By Peter Swirski
Peter Swirski seems at American crime fiction as an artform that expresses and displays the social and aesthetic values of its authors and readers. As such he records the manifold ways that such authorship and readership are a question of trained literary selection and never of cultural brainwashing or declining literary criteria. Asking, in impact, a sequence of questions on the character of style fiction as artwork, successive chapters examine American crime writers whose careers throw mild at the dangers and rewards of nobrow site visitors among well known types and intellectual aesthetics: Dashiell Hammett, John Grisham, William Faulkner, Ernest Hemingway, Raymond Chandler, Ed McBain, Nelson DeMille, and F. Scott Fitzgerald.
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Additional info for American Crime Fiction: A Cultural History of Nobrow Literature as Art
There is also the Mammoth Encyclopedia of Modern Crime Fiction which, limited only to the postwar decades, comes in at more than half-a-thousand pages of magnifyingglass print. NOBROW: CONTENTS AND DISCONTENTS 25 At the other end of the spectrum, acclaimed artists who turn their hands to fictional crime are also as common as bread in a prison meatloaf. Even more than Faulkner, Hemingway, and Fitzgerald, one might mention Akira Kurosawa whose ironically titled film High and Low (1963) adapted one of Ed McBain’s police procedurals, King’s Ransom (1959), with Tokyo subbing as the suburban tangle of New York City.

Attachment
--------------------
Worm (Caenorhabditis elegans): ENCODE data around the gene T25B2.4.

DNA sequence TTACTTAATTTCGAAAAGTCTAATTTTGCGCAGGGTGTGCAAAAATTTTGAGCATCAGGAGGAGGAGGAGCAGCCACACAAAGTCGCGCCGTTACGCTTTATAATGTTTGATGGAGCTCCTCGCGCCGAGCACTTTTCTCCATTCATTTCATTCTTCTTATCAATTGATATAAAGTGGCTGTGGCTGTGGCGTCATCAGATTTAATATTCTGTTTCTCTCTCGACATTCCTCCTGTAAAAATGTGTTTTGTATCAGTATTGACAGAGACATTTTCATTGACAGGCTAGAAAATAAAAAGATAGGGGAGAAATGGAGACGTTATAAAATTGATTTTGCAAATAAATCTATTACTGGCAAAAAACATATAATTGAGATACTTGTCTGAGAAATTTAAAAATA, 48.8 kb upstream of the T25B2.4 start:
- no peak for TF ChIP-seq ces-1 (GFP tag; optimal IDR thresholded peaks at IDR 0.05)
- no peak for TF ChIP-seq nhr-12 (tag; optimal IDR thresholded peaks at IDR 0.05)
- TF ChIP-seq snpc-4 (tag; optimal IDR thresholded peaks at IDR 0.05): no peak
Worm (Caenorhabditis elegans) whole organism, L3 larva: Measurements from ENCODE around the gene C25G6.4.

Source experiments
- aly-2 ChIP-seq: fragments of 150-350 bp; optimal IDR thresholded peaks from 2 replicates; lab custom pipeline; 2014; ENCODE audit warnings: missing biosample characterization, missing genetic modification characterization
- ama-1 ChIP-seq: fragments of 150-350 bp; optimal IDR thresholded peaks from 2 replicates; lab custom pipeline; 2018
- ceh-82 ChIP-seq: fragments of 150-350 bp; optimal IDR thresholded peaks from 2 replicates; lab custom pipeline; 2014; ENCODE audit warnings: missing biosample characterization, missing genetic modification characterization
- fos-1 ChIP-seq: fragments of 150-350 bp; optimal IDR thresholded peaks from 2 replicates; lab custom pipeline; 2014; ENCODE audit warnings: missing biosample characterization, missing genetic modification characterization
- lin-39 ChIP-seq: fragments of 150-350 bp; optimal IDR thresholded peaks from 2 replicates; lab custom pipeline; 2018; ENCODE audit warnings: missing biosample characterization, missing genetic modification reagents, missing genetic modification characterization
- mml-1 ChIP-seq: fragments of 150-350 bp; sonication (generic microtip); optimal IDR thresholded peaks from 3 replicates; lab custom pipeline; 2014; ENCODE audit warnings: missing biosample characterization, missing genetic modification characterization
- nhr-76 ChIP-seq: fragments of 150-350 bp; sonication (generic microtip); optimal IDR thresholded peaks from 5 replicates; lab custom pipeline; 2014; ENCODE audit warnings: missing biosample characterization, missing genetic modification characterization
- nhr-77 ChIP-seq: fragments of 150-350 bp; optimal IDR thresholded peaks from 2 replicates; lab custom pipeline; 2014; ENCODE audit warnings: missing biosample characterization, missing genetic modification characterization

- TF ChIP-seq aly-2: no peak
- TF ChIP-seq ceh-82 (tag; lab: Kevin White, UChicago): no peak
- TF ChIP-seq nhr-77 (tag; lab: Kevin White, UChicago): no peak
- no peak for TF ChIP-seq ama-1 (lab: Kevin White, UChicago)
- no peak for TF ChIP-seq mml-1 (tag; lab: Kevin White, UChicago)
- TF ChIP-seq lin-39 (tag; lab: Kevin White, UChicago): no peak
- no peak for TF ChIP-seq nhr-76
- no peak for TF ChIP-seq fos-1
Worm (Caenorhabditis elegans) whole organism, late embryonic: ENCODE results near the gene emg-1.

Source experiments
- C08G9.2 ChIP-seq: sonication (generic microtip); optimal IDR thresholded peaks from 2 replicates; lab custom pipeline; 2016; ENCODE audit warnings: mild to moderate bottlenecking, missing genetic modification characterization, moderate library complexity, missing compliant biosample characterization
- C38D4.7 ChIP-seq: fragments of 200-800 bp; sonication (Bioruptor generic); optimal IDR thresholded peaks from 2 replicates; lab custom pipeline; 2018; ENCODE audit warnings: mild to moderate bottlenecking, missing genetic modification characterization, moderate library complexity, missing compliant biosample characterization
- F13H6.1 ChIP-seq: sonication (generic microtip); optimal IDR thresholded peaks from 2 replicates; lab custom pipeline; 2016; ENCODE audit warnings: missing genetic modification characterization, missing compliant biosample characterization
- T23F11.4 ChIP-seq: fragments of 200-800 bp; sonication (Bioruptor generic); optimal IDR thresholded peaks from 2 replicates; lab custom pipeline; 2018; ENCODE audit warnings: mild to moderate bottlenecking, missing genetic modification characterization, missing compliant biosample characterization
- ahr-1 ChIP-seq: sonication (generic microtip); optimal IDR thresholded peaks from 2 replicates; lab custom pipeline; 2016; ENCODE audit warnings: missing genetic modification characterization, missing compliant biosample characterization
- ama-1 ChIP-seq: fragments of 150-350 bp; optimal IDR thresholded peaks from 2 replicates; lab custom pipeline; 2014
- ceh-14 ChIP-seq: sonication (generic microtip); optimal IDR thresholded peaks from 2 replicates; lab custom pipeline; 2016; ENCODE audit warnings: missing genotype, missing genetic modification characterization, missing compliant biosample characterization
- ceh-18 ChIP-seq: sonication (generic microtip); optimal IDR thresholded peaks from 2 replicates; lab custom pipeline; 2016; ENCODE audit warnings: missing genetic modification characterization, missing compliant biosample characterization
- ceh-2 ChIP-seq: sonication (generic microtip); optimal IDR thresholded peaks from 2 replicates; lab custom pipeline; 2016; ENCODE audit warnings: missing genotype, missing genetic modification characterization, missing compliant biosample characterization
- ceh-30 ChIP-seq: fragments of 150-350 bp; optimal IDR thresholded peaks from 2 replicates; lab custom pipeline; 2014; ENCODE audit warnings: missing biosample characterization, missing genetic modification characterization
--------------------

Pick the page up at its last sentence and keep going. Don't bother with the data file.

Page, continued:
Not bad for BRIEFCASES FOR HIRE: DASHIELL HAMMETT AND JOHN GRISHAM 33 a writer of private eye mysteries in which the only thing faster than a bullet is one-line wit. Hammett also left his imprint on American cinema through John Huston’s 1941 adaptation of The Maltese Falcon, selected by the American Film Institute as one of twenty-five Greatest American Films. Everyone knows the picture’s all-star cast—Humphrey Bogart, Mary Astor, Sidney Greenstreet, and Peter Lorre as chypre-scented (gay) Joel Cairo—although theirs was only version number three.
Evidently, there are parameters of the phenomenology of the mystery genre that take it in the direction of literature tout court. Sociologists, anthropologists, and a growing number of literary scholars document any number of critical and discriminating attitudes among genre fiction readers, something that curators of high art like to arrogate just to themselves. In general, there is no evidence that individuals who regularly consume genre fiction are criminally inclined escapists incapable of getting a grip on reality.